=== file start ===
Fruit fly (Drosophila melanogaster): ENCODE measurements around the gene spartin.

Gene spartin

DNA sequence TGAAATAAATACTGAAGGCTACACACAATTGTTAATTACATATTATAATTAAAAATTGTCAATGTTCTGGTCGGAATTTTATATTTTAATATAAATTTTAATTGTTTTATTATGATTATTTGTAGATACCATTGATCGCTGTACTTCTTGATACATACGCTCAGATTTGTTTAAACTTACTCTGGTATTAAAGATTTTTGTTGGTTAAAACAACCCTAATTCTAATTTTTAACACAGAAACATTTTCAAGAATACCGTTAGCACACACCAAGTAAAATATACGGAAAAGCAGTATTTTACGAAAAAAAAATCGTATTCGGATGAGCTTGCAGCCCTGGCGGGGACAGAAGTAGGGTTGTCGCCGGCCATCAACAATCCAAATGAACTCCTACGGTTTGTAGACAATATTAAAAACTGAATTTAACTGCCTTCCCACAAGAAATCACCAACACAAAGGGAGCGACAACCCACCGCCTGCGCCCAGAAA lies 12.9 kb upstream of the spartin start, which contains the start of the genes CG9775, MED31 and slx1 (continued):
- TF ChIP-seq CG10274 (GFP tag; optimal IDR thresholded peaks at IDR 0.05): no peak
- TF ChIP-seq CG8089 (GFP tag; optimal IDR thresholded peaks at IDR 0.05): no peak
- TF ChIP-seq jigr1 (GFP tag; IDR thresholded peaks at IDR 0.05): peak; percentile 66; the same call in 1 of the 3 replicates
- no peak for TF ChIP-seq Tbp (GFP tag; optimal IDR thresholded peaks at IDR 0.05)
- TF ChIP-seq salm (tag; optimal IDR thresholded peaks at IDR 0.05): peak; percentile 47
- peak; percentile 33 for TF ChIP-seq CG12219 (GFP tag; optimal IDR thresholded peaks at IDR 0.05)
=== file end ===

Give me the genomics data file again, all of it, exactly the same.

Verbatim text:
Fruit fly (Drosophila melanogaster): ENCODE measurements around the gene spartin.

Gene spartin

DNA sequence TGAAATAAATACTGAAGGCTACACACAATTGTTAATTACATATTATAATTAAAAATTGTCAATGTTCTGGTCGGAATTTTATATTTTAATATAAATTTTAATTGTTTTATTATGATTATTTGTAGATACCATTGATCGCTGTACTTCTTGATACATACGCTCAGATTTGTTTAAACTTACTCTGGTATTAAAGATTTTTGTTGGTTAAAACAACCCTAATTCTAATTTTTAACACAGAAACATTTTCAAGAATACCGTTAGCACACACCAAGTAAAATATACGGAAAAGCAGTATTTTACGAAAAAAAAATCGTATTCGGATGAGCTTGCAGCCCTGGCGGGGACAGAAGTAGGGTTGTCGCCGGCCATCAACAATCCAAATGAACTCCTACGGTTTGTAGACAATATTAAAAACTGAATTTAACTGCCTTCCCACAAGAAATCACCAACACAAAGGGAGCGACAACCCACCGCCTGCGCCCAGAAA lies 12.9 kb upstream of the spartin start, which contains the start of the genes CG9775, MED31 and slx1 (continued):
- TF ChIP-seq CG10274 (GFP tag; optimal IDR thresholded peaks at IDR 0.05): no peak
- TF ChIP-seq CG8089 (GFP tag; optimal IDR thresholded peaks at IDR 0.05): no peak
- TF ChIP-seq jigr1 (GFP tag; IDR thresholded peaks at IDR 0.05): peak; percentile 66; the same call in 1 of the 3 replicates
- no peak for TF ChIP-seq Tbp (GFP tag; optimal IDR thresholded peaks at IDR 0.05)
- TF ChIP-seq salm (tag; optimal IDR thresholded peaks at IDR 0.05): peak; percentile 47
- peak; percentile 33 for TF ChIP-seq CG12219 (GFP tag; optimal IDR thresholded peaks at IDR 0.05)